Sunday, June 17, 2007

Gentrification Not Yet Complete

My neighbor that works at NetFlix now has two BMWs, the one-story cottage across the street reportedly sold for seven figures and the lines get longer each Sunday morning at the St. Francis Fountain -- all signs of the changes afoot in my part of San Francisco. Yet, my little corner of the Mission is not yet Noe Valley let alone Chestnut Street. (Like that will ever happen.) In case you need evidence, witness these two sights from this afternoon. The fellow a few inches away from my entry gate arrived around 5 p.m. (A cop came by and sent him on his way seconds after I snapped this shot.) Fifteen years ago this would have been heart-breaking and would have made my heart race. I can't say I've lost compassion for people in such a situation, but I didn't feel compelled to invite him in for a shower and a chance to sleep it off. If Joe Buck had walked by in looked down in dismay, would I be one more of the callous urban dwellers that walked by the scene as if it were no more routine than a discarded candy bar wrapper on the street? In my neighborhood discarded gin bottles are more common than Baby Ruth wrappers. I am sure there is a story behind this man. I'm sure it would probably make me cry were I to hear all of it.

The TV set which has been there since Wednesday has yet to disappear. If anyone who'd like it, I'll gladly deliver it to your door. I may deliver it to someone's door whether they want it or not.


Since the only apparel stores in the 'hood at the moment are $99 stores and women's vintage shops, I had to go up the hill to Noe Valley to grab a pair of new Rabat shoes and Hobo Por Tour bag, sort of in between a bike messenger bag and an outright purse. I promise to do my part for Pride Week by escaping the big parade hear and parading around with them while in Missouri next weekend.

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9 Comments:

At 10:42 PM, Blogger Eva the Deadbeat said...

Is that your TV? I'll take it! reminds me of this time years ago when i was in my friend's neighborhood in the Fillmore. i picked up a TV off her street and brought it home to Oakland. it didn't work so I brought it BACK and left it on the same street in the Fillmore that I found it on!

sad to see so many people in dire straits in SF. being on Market St always makes me so sad. so many people huddled in doorways for the night. so many wary eyes checking out your wallet when you open it to get change for the bus. sad, sad. what to do??!

 
At 10:55 PM, Blogger Junk Thief said...

Maybe I should run a cable out my front window and air a JunkThief TV marathon.

I don't have an answer on the homeless folks. I hope I never turn a blind eye to it but also know that there is only so much that one person can do.

 
At 2:29 AM, Anonymous Rodrigo said...

Oi, achei teu blog pelo google tá bem interessante gostei desse post. Quando der dá uma passada pelo meu blog, é sobre camisetas personalizadas, mostra passo a passo como criar uma camiseta personalizada bem maneira. Até mais.

 
At 2:30 AM, Anonymous Rodrigo said...

Oi, achei teu blog pelo google tá bem interessante gostei desse post. Quando der dá uma passada pelo meu blog, é sobre camisetas personalizadas, mostra passo a passo como criar uma camiseta personalizada bem maneira. Até mais.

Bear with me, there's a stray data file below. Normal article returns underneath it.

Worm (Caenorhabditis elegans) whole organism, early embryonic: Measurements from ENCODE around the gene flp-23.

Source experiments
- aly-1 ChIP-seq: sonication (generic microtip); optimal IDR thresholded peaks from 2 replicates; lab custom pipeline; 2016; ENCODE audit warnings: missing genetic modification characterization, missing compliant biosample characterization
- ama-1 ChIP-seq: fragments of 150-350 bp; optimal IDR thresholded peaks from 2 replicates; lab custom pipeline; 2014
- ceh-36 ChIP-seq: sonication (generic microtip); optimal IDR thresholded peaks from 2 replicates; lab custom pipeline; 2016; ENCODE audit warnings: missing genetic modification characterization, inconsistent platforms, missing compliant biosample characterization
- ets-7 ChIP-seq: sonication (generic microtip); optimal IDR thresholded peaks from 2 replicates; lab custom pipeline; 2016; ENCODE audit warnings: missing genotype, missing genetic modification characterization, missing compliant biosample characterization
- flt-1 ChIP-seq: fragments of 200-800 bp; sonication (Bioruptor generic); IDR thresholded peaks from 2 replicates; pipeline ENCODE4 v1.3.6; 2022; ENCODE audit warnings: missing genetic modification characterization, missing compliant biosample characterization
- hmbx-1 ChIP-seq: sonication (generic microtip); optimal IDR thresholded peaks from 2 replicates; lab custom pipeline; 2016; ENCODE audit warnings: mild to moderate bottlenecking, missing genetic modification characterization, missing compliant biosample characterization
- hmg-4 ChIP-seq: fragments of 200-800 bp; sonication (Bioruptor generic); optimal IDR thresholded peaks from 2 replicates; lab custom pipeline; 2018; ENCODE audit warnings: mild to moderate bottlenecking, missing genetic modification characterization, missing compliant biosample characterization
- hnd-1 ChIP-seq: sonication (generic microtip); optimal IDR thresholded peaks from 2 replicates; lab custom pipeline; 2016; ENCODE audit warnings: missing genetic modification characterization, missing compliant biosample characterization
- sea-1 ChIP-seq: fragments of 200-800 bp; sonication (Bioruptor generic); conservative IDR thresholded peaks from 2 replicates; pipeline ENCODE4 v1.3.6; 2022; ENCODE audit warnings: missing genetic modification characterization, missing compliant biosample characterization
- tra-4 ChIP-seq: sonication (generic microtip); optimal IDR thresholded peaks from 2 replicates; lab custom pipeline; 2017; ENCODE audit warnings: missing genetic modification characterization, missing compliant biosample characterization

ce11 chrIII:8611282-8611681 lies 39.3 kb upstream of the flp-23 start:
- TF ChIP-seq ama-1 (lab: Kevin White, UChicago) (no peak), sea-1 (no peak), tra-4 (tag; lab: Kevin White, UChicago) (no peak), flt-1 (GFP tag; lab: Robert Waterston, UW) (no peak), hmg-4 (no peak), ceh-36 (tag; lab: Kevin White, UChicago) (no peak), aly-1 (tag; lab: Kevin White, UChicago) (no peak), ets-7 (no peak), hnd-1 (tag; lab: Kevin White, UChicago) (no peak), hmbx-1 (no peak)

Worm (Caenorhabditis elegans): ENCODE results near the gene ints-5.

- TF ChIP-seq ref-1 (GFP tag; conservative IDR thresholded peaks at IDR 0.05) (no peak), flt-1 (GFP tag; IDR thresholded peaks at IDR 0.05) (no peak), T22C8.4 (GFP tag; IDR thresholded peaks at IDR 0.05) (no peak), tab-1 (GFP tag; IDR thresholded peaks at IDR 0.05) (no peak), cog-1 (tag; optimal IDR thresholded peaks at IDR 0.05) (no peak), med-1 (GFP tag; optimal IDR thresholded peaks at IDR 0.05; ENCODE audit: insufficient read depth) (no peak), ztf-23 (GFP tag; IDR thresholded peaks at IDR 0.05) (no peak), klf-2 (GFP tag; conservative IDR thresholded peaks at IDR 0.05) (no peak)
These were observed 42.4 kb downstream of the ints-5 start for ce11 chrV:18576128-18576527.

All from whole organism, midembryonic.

At 7:24 AM, Blogger David Rochester said...

My friend who lives in Amsterdam, probably the most supportive city in the world, told me something interesting . . . nobody in the Netherlands is homeless unless he wants to be. Drug users are given clean, safe, government-supplied drugs. The social services are extraordinary. Shelter and basic needs are provided to anyone who needs them. And yet there are still homeless people, who prefer to be that way. That struck me as very interesting. I'm not suggesting in any sense that all or most of the homeless in America fall into that category, but it is interesting.

A friend of mine who drives a long-haul truck wanted to live out of his car on the weekends, rather than take on the expense of an apartment that he'd use for no more than 24 hours a week, but he told me that "There's no legal place to be homeless in America anymore. You can't just live. People are always wanting you to move along, even if you don't want anything and you're not causing a problem." I don't think it's possible to be a vagabond anymore, even in the most benign sense.

 
At 7:39 AM, Blogger Robert said...

Dear Junk Thief.

I believe I had a dream last night and you paid a visit. As I recall, we were just sitting around having lunch, shooting the breeze... somewhat.

Maybe that will actually happen, one day.

Yours truly,
Mrhappysad

 
At 7:47 AM, Blogger Junk Thief said...

Rodrigo - Nifty shirts, but one mention would have been fine.

David - Amsterdam does challenge the myth that San Francisco is "progressive" when it comes to the homeless.

Robert - That sounds like a sweet dream. Hope we do meet someday. Sorry you're happysad not just happy today.

 
At 10:51 PM, Blogger WAT said...

Is your neighbor who works for Netflix the CEO Reed Hastings?!

 
At 11:05 PM, Blogger Junk Thief said...

A CEO in this neighborhood? No, it's a latina of undetermined sexual orientation, but I have my theories...

 

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